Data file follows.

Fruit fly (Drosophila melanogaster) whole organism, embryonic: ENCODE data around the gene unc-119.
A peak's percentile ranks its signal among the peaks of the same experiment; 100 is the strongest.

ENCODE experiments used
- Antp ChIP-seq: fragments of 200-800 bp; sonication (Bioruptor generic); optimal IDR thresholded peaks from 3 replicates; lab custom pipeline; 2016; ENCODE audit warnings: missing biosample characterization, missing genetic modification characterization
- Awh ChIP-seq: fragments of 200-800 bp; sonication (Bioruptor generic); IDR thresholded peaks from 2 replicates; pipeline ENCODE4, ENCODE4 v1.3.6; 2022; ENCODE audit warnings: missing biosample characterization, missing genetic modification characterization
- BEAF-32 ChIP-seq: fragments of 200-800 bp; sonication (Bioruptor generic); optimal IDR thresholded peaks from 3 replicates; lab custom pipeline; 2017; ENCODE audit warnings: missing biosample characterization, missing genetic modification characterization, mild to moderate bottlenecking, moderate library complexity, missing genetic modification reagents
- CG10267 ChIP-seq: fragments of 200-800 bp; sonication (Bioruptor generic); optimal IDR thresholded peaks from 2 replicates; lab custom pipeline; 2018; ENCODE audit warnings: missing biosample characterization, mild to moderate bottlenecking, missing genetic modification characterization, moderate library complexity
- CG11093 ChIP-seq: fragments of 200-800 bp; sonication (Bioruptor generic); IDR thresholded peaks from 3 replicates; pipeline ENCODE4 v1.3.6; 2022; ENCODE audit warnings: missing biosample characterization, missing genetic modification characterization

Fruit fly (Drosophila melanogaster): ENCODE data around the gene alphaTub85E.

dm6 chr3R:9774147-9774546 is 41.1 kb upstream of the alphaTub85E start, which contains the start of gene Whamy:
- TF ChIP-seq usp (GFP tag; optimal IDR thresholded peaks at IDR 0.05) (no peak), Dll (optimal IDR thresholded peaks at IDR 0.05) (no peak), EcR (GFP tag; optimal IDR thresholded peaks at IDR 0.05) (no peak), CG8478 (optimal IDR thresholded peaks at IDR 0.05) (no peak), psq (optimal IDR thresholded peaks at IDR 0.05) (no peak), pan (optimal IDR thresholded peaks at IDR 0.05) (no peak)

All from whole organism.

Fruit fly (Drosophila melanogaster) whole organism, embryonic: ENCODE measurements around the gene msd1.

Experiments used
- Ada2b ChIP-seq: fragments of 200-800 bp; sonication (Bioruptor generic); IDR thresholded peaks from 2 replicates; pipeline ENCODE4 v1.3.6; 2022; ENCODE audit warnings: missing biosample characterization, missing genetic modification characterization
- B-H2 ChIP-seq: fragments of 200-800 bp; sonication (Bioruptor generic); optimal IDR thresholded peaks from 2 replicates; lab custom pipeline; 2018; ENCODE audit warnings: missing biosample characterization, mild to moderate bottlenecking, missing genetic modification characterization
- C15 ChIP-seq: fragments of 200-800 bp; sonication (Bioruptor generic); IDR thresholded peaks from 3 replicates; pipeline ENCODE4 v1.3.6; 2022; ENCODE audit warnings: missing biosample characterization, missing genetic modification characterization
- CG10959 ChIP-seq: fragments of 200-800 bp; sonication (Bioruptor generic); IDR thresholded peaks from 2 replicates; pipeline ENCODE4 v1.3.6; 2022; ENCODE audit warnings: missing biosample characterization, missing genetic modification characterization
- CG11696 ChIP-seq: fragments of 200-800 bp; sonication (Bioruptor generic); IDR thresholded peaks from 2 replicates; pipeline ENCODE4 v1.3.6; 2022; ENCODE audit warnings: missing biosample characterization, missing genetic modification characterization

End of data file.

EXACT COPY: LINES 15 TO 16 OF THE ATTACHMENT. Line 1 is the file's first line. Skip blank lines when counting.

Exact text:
- Ada2b ChIP-seq: fragments of 200-800 bp; sonication (Bioruptor generic); IDR thresholded peaks from 2 replicates; pipeline ENCODE4 v1.3.6; 2022; ENCODE audit warnings: missing biosample characterization, missing genetic modification characterization
- B-H2 ChIP-seq: fragments of 200-800 bp; sonication (Bioruptor generic); optimal IDR thresholded peaks from 2 replicates; lab custom pipeline; 2018; ENCODE audit warnings: missing biosample characterization, mild to moderate bottlenecking, missing genetic modification characterization